January 17, 2018

Gum Disease increases Cancer Risk

Severe gum disease could lead to pancreatic cancer, one of the deadliest and most vicious forms of cancer, two major new studies conclude.

Severe gum disease could lead to one of the deadliest types of cancer, two major studies have concluded. The bacteria responsible for periodontitis, which can be killed through brushing teeth, play a role in pancreatic cancer. Scientists claim it is the first evidence that the bacteria can spread from the mouth to other parts of the body and cause tumors.

Helsinki University researchers used data from 70,000 adults to make their findings - considered to be the first of their kind. They found a clear link between periodontitis and cancer mortality, with the biggest association recorded for the pancreatic form. The findings, made by Finnish researchers, adds to the ever-growing list of cancers that are now linked to gum disease. It offers hope of a cheap way of screening for pancreatic cancer, which is known for being vicious and having low survival rates.  Severe gum disease, known as periodontitis, can affect the bones in people's jaws and cause teeth to fall out. Previous research reveals up to 54 per cent of adults in the UK have gum disease to some extent. Several other scientific trials have shown gum disease can increase the risk of lung, gallbladder and throat cancers, as well as melanoma.

A recent, small study in Brazil finds that Gum disease increases women's risk of breast cancer up to three times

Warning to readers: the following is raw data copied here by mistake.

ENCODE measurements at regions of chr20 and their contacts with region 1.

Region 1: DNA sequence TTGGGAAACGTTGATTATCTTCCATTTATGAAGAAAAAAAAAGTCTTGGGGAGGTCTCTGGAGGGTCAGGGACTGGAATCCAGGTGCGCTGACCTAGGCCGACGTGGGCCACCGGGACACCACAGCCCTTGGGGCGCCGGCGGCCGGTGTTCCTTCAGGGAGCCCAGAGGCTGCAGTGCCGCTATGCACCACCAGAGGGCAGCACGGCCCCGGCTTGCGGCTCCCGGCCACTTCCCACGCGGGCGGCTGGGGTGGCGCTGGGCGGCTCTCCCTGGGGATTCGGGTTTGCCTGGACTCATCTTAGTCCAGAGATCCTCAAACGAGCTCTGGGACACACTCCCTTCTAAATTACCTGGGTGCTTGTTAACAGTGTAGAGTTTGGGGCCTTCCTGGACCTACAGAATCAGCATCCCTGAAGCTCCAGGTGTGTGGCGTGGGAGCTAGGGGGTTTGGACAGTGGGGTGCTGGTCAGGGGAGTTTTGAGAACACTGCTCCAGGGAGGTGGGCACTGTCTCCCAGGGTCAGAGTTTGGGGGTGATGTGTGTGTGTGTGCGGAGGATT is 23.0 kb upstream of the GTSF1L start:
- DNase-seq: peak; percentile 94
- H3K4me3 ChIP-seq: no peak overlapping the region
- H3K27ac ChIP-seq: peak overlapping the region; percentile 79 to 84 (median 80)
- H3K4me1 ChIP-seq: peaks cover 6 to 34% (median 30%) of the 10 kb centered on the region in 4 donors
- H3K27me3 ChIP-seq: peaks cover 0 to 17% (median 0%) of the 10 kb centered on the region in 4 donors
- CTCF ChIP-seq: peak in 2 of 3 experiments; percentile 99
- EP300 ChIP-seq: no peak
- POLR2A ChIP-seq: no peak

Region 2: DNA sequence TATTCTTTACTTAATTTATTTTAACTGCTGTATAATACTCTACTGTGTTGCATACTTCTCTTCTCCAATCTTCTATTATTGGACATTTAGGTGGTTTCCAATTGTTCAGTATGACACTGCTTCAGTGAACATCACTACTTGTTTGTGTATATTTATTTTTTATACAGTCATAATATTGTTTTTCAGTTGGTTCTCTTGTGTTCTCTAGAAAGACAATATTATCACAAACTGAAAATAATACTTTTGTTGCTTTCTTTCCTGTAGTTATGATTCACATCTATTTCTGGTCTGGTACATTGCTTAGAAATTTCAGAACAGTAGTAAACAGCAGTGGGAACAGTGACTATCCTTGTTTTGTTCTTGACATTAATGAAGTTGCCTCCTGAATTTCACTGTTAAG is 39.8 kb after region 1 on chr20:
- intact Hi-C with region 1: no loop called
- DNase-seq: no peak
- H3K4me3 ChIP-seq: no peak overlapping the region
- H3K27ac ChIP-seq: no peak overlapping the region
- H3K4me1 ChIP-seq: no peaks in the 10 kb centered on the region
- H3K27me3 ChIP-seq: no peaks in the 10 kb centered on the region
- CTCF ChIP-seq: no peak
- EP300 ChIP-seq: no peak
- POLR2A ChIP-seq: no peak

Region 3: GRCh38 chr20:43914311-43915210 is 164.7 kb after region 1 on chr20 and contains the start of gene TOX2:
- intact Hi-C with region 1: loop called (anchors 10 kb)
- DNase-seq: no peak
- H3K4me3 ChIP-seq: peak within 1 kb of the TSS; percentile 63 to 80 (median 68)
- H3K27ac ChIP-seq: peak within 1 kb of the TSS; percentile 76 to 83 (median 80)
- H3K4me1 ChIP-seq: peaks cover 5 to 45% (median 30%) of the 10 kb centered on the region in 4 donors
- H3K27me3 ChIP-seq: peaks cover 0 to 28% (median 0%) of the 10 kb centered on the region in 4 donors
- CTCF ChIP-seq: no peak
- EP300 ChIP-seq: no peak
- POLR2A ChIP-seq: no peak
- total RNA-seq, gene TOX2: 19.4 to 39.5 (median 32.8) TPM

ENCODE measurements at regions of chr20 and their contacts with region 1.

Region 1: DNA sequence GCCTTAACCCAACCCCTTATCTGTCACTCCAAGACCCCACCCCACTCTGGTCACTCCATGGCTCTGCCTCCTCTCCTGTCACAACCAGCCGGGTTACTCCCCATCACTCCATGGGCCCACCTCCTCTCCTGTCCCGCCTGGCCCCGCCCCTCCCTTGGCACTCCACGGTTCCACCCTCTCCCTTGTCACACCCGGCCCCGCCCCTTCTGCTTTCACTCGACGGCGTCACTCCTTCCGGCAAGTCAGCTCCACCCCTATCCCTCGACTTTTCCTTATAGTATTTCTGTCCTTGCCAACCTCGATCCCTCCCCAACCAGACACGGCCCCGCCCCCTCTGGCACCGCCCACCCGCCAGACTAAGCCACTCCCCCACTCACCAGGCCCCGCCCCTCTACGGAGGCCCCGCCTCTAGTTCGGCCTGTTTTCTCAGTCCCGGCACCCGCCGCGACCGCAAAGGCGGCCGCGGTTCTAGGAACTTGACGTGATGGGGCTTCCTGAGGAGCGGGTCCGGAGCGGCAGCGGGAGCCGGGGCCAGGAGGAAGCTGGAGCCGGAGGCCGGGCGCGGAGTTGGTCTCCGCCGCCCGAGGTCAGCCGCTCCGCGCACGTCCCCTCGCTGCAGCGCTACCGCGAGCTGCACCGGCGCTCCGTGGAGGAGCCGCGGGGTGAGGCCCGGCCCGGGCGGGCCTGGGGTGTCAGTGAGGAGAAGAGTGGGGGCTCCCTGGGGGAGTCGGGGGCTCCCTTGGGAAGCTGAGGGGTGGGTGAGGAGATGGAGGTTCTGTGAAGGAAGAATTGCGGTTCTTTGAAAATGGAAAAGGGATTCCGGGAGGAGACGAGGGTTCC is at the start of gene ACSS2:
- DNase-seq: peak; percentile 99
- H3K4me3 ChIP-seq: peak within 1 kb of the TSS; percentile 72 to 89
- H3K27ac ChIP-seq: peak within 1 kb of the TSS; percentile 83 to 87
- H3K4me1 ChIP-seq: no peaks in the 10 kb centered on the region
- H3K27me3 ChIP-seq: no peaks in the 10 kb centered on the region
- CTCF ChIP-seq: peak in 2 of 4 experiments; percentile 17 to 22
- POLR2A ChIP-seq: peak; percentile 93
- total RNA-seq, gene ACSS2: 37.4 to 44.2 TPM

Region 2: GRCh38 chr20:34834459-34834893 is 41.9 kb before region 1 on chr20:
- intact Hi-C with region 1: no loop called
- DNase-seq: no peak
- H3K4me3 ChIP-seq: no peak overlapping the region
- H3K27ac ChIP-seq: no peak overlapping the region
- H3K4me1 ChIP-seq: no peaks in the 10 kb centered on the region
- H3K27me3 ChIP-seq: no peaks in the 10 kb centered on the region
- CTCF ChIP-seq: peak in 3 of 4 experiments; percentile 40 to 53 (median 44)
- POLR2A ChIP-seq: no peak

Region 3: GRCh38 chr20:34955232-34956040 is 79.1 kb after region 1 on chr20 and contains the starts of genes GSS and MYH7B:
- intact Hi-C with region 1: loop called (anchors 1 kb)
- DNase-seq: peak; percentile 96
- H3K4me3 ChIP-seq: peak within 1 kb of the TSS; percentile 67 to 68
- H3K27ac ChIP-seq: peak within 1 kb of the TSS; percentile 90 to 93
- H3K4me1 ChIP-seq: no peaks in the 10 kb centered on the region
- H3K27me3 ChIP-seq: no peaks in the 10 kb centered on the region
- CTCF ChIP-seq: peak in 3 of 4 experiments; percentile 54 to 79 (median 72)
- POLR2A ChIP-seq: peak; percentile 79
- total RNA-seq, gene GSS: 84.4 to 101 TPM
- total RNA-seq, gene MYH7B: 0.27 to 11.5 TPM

This is thought to be due to the bacteria that causes inflammation in the mouth entering the circulation via the gums and going into breast tissue, which can result in cancer. Speaking of the study's findings, Dr Nigel Carter OBE, CEO of the Oral Health Foundation, said: 'Interestingly, this research shows that there is evidence to support the theory that gum disease can have a much larger impact on the health of our whole body.'

Mayo Clinic on Prevention
The best way to prevent periodontitis is to follow a program of good oral hygiene, one that you begin early and practice consistently throughout life.

Good oral hygiene. That means brushing your teeth for two minutes at least twice daily — in the morning and before going to bed — and flossing at least once a day. Flossing before you brush allows you to clean away the loosened food particles and bacteria.
Regular dental visits. See your dentist or dental hygienist regularly for cleanings, usually every six to 12 months. If you have risk factors that increase your chance of developing periodontitis — such as having dry mouth, taking certain medications or smoking — you may need professional cleaning more often.
Posted by Jill Fallon at January 17, 2018 12:12 PM | Permalink